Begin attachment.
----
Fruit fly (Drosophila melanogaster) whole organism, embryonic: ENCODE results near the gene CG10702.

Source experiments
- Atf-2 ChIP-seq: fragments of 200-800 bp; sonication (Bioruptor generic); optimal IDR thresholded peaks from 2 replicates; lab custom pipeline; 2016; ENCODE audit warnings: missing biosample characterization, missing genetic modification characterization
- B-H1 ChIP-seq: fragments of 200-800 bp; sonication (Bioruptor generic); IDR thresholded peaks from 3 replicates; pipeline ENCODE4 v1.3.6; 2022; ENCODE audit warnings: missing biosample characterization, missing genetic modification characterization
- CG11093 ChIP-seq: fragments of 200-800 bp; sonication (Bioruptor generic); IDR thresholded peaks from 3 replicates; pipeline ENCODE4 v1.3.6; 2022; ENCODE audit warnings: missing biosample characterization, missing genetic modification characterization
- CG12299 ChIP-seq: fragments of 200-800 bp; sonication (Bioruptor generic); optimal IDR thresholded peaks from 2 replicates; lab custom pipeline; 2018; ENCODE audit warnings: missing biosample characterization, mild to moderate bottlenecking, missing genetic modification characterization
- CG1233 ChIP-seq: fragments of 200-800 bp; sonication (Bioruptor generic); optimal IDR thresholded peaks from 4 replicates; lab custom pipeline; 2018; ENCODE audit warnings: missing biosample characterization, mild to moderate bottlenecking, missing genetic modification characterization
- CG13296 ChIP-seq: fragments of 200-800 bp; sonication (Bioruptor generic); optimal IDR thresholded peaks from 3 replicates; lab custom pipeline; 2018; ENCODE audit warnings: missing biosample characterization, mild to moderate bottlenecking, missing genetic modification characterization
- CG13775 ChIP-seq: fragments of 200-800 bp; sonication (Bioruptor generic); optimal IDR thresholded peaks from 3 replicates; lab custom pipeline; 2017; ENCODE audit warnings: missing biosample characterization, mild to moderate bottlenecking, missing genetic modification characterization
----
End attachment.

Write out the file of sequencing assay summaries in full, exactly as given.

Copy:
Fruit fly (Drosophila melanogaster) whole organism, embryonic: ENCODE results near the gene CG10702.

Source experiments
- Atf-2 ChIP-seq: fragments of 200-800 bp; sonication (Bioruptor generic); optimal IDR thresholded peaks from 2 replicates; lab custom pipeline; 2016; ENCODE audit warnings: missing biosample characterization, missing genetic modification characterization
- B-H1 ChIP-seq: fragments of 200-800 bp; sonication (Bioruptor generic); IDR thresholded peaks from 3 replicates; pipeline ENCODE4 v1.3.6; 2022; ENCODE audit warnings: missing biosample characterization, missing genetic modification characterization
- CG11093 ChIP-seq: fragments of 200-800 bp; sonication (Bioruptor generic); IDR thresholded peaks from 3 replicates; pipeline ENCODE4 v1.3.6; 2022; ENCODE audit warnings: missing biosample characterization, missing genetic modification characterization
- CG12299 ChIP-seq: fragments of 200-800 bp; sonication (Bioruptor generic); optimal IDR thresholded peaks from 2 replicates; lab custom pipeline; 2018; ENCODE audit warnings: missing biosample characterization, mild to moderate bottlenecking, missing genetic modification characterization
- CG1233 ChIP-seq: fragments of 200-800 bp; sonication (Bioruptor generic); optimal IDR thresholded peaks from 4 replicates; lab custom pipeline; 2018; ENCODE audit warnings: missing biosample characterization, mild to moderate bottlenecking, missing genetic modification characterization
- CG13296 ChIP-seq: fragments of 200-800 bp; sonication (Bioruptor generic); optimal IDR thresholded peaks from 3 replicates; lab custom pipeline; 2018; ENCODE audit warnings: missing biosample characterization, mild to moderate bottlenecking, missing genetic modification characterization
- CG13775 ChIP-seq: fragments of 200-800 bp; sonication (Bioruptor generic); optimal IDR thresholded peaks from 3 replicates; lab custom pipeline; 2017; ENCODE audit warnings: missing biosample characterization, mild to moderate bottlenecking, missing genetic modification characterization